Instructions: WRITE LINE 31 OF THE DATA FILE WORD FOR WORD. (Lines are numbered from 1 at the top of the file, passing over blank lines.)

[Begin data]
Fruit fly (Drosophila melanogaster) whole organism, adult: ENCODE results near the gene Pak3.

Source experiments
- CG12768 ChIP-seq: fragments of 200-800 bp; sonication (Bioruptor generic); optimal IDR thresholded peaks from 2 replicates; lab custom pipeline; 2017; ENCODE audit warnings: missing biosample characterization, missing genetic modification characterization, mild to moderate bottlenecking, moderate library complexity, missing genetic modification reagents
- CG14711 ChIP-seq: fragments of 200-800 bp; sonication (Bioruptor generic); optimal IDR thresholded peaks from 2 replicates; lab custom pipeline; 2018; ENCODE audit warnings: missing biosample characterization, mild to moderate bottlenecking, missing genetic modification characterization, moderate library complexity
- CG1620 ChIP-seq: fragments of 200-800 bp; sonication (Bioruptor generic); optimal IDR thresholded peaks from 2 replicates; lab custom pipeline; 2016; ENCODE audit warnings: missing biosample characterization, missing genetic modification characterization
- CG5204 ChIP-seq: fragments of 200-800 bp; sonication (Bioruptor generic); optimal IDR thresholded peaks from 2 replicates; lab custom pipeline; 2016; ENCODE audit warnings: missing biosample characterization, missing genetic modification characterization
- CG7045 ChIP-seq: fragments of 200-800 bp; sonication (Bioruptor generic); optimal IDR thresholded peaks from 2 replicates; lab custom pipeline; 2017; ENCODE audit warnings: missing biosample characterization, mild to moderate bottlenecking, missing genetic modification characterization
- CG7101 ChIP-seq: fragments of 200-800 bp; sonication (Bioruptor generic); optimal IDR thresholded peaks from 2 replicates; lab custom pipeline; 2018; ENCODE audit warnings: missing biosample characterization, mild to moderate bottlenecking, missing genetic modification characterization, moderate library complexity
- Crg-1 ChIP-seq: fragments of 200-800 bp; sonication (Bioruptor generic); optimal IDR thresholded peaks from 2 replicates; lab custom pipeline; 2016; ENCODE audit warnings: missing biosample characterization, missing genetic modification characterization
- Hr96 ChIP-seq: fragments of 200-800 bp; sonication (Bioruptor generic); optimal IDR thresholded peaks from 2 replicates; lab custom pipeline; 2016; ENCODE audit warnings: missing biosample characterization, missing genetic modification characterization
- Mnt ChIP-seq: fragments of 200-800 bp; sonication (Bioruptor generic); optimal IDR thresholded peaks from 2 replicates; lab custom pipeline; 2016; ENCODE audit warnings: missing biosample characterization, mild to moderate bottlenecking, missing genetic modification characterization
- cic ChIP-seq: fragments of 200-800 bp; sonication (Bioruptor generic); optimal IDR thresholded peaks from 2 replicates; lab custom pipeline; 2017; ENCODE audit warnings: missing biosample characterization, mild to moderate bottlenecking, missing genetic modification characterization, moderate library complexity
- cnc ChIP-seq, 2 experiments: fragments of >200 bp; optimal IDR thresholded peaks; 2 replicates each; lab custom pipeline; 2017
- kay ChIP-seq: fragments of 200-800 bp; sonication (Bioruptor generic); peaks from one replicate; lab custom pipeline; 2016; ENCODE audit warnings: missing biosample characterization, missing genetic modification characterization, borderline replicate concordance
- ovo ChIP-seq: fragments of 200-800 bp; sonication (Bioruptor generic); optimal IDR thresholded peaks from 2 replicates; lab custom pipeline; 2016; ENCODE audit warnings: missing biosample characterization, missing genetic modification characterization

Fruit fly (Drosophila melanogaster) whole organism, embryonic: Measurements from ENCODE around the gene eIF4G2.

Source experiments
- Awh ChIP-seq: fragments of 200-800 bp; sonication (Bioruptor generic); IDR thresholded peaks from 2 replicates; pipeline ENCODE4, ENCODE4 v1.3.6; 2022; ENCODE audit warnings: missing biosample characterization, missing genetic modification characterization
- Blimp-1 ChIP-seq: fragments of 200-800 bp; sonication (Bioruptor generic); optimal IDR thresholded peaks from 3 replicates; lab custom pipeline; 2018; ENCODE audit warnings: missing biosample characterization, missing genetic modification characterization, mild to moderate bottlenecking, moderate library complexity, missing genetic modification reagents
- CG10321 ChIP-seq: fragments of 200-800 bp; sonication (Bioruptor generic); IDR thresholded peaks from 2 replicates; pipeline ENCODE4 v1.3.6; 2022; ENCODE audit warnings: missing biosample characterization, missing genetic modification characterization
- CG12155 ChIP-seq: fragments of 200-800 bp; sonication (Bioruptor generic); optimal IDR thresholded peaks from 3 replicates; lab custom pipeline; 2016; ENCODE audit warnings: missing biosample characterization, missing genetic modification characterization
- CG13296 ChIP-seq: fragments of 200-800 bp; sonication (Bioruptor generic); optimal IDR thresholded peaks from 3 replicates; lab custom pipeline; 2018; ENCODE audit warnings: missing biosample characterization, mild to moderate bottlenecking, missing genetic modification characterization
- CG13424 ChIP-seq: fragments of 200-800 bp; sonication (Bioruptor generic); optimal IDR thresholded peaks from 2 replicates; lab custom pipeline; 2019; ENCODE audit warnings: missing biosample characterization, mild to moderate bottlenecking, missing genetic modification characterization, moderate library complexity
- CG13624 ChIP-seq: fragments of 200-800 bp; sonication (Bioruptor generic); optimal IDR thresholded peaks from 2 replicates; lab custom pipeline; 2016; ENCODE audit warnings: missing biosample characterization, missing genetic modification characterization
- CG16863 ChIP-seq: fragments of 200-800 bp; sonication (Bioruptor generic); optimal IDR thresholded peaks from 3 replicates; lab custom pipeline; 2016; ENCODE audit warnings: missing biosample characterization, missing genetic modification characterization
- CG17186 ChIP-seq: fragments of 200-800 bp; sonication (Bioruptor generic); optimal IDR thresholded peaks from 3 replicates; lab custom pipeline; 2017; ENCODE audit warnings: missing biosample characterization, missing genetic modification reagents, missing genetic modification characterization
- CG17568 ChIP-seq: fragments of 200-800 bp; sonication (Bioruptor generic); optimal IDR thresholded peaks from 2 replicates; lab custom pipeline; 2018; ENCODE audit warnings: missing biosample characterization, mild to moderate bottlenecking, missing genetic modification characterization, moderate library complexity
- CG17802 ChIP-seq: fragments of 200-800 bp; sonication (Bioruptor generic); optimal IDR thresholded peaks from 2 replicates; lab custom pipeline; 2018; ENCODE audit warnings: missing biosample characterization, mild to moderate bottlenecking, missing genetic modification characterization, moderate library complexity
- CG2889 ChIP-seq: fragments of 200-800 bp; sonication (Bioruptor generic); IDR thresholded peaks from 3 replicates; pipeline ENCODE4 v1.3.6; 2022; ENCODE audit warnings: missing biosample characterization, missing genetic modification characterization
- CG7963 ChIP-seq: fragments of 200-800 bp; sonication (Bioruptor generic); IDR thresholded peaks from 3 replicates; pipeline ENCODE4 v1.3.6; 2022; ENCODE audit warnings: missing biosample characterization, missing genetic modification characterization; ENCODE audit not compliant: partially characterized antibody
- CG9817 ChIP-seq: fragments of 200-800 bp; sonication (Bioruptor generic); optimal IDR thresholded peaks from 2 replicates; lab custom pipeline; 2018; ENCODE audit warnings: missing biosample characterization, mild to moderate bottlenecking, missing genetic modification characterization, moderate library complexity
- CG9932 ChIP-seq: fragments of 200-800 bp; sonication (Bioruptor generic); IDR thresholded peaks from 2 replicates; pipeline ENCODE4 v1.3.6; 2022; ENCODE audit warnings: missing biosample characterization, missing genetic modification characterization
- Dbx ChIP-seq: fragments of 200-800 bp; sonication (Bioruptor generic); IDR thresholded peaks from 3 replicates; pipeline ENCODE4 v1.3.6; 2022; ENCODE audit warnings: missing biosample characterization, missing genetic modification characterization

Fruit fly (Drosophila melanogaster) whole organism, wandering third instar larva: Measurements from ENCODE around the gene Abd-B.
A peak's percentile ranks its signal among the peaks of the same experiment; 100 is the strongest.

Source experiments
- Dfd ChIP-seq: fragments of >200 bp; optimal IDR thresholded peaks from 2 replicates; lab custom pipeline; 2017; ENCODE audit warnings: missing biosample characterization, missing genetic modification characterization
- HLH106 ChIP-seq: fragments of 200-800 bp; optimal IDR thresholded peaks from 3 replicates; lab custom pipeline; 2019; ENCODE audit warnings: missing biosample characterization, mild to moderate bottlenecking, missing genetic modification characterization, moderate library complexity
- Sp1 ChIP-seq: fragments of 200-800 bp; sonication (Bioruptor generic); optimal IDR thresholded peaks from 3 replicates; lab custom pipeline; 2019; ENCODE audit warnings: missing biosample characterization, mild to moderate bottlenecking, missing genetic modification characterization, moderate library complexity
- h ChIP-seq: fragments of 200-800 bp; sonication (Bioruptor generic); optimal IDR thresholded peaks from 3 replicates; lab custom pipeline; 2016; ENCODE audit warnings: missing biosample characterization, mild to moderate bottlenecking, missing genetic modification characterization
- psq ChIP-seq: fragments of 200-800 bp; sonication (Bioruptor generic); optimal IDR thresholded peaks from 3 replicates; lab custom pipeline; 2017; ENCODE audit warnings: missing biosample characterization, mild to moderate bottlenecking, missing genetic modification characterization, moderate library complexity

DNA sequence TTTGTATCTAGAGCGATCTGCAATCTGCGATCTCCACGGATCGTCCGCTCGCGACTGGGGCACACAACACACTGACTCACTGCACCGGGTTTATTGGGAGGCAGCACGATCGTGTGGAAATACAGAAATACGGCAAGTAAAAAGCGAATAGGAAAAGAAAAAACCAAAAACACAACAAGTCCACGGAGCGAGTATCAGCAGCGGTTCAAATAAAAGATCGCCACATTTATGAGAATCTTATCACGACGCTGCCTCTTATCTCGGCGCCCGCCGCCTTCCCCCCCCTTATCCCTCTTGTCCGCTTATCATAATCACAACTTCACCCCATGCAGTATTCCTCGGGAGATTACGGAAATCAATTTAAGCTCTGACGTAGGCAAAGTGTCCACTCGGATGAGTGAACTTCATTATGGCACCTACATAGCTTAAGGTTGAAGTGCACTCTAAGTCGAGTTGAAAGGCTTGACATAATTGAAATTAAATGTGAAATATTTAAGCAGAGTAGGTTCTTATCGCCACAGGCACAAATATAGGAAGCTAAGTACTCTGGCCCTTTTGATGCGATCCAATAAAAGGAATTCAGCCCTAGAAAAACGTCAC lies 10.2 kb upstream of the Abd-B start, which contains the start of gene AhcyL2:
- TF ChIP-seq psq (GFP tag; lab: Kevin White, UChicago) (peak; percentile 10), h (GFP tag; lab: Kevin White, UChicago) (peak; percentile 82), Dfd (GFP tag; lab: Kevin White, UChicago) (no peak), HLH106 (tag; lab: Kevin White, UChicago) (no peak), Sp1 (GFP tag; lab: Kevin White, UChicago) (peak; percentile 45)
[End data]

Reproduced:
- CG9817 ChIP-seq: fragments of 200-800 bp; sonication (Bioruptor generic); optimal IDR thresholded peaks from 2 replicates; lab custom pipeline; 2018; ENCODE audit warnings: missing biosample characterization, mild to moderate bottlenecking, missing genetic modification characterization, moderate library complexity